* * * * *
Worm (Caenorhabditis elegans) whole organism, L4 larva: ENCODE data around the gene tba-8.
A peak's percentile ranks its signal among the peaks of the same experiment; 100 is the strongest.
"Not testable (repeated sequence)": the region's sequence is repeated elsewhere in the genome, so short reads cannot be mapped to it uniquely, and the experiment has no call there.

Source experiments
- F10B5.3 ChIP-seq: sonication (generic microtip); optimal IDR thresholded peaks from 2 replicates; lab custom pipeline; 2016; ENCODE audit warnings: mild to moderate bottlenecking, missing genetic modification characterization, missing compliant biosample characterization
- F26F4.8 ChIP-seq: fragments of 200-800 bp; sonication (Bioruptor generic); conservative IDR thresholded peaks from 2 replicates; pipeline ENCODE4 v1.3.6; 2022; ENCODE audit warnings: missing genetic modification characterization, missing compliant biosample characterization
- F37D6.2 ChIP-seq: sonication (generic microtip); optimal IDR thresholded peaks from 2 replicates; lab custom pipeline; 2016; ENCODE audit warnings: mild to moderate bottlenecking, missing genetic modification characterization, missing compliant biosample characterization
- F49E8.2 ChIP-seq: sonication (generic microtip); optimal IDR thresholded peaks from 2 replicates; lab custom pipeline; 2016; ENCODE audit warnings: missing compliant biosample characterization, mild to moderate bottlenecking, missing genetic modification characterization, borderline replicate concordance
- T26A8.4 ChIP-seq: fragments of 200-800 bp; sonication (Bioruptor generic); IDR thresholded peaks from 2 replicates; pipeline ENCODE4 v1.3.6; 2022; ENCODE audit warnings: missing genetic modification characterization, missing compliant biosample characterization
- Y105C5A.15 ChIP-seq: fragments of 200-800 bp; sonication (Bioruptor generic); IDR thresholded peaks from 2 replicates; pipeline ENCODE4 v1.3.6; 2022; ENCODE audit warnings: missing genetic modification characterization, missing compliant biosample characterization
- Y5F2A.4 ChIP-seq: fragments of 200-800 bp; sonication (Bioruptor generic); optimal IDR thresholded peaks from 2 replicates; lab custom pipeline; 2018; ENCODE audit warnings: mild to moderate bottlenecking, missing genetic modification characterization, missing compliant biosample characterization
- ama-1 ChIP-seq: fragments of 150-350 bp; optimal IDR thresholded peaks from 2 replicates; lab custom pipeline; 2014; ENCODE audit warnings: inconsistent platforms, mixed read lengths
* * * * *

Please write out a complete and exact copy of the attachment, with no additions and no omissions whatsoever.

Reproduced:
Worm (Caenorhabditis elegans) whole organism, L4 larva: ENCODE data around the gene tba-8.
A peak's percentile ranks its signal among the peaks of the same experiment; 100 is the strongest.
"Not testable (repeated sequence)": the region's sequence is repeated elsewhere in the genome, so short reads cannot be mapped to it uniquely, and the experiment has no call there.

Source experiments
- F10B5.3 ChIP-seq: sonication (generic microtip); optimal IDR thresholded peaks from 2 replicates; lab custom pipeline; 2016; ENCODE audit warnings: mild to moderate bottlenecking, missing genetic modification characterization, missing compliant biosample characterization
- F26F4.8 ChIP-seq: fragments of 200-800 bp; sonication (Bioruptor generic); conservative IDR thresholded peaks from 2 replicates; pipeline ENCODE4 v1.3.6; 2022; ENCODE audit warnings: missing genetic modification characterization, missing compliant biosample characterization
- F37D6.2 ChIP-seq: sonication (generic microtip); optimal IDR thresholded peaks from 2 replicates; lab custom pipeline; 2016; ENCODE audit warnings: mild to moderate bottlenecking, missing genetic modification characterization, missing compliant biosample characterization
- F49E8.2 ChIP-seq: sonication (generic microtip); optimal IDR thresholded peaks from 2 replicates; lab custom pipeline; 2016; ENCODE audit warnings: missing compliant biosample characterization, mild to moderate bottlenecking, missing genetic modification characterization, borderline replicate concordance
- T26A8.4 ChIP-seq: fragments of 200-800 bp; sonication (Bioruptor generic); IDR thresholded peaks from 2 replicates; pipeline ENCODE4 v1.3.6; 2022; ENCODE audit warnings: missing genetic modification characterization, missing compliant biosample characterization
- Y105C5A.15 ChIP-seq: fragments of 200-800 bp; sonication (Bioruptor generic); IDR thresholded peaks from 2 replicates; pipeline ENCODE4 v1.3.6; 2022; ENCODE audit warnings: missing genetic modification characterization, missing compliant biosample characterization
- Y5F2A.4 ChIP-seq: fragments of 200-800 bp; sonication (Bioruptor generic); optimal IDR thresholded peaks from 2 replicates; lab custom pipeline; 2018; ENCODE audit warnings: mild to moderate bottlenecking, missing genetic modification characterization, missing compliant biosample characterization
- ama-1 ChIP-seq: fragments of 150-350 bp; optimal IDR thresholded peaks from 2 replicates; lab custom pipeline; 2014; ENCODE audit warnings: inconsistent platforms, mixed read lengths